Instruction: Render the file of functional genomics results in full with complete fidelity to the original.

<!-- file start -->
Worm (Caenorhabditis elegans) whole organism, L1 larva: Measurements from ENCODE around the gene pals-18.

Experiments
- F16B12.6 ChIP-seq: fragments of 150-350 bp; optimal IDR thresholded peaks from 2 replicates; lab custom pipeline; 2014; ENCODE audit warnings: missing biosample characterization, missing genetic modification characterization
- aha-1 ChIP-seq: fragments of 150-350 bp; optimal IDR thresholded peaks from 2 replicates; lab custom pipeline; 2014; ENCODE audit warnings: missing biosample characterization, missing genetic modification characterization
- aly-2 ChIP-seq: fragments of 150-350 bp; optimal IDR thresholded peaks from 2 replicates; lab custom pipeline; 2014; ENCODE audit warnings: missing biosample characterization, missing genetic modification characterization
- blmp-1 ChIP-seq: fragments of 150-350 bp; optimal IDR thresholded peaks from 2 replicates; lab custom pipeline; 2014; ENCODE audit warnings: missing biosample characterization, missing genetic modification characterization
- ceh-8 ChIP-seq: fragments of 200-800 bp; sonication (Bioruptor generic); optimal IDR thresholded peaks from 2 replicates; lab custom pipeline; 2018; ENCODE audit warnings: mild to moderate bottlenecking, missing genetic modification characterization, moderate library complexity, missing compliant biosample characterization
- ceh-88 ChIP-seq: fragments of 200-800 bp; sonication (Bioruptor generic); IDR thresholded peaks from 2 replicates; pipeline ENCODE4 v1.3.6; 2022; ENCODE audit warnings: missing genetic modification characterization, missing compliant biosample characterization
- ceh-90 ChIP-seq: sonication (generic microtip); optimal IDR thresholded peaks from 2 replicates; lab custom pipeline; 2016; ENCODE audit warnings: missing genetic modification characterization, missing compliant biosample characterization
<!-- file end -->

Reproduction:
Worm (Caenorhabditis elegans) whole organism, L1 larva: Measurements from ENCODE around the gene pals-18.

Experiments
- F16B12.6 ChIP-seq: fragments of 150-350 bp; optimal IDR thresholded peaks from 2 replicates; lab custom pipeline; 2014; ENCODE audit warnings: missing biosample characterization, missing genetic modification characterization
- aha-1 ChIP-seq: fragments of 150-350 bp; optimal IDR thresholded peaks from 2 replicates; lab custom pipeline; 2014; ENCODE audit warnings: missing biosample characterization, missing genetic modification characterization
- aly-2 ChIP-seq: fragments of 150-350 bp; optimal IDR thresholded peaks from 2 replicates; lab custom pipeline; 2014; ENCODE audit warnings: missing biosample characterization, missing genetic modification characterization
- blmp-1 ChIP-seq: fragments of 150-350 bp; optimal IDR thresholded peaks from 2 replicates; lab custom pipeline; 2014; ENCODE audit warnings: missing biosample characterization, missing genetic modification characterization
- ceh-8 ChIP-seq: fragments of 200-800 bp; sonication (Bioruptor generic); optimal IDR thresholded peaks from 2 replicates; lab custom pipeline; 2018; ENCODE audit warnings: mild to moderate bottlenecking, missing genetic modification characterization, moderate library complexity, missing compliant biosample characterization
- ceh-88 ChIP-seq: fragments of 200-800 bp; sonication (Bioruptor generic); IDR thresholded peaks from 2 replicates; pipeline ENCODE4 v1.3.6; 2022; ENCODE audit warnings: missing genetic modification characterization, missing compliant biosample characterization
- ceh-90 ChIP-seq: sonication (generic microtip); optimal IDR thresholded peaks from 2 replicates; lab custom pipeline; 2016; ENCODE audit warnings: missing genetic modification characterization, missing compliant biosample characterization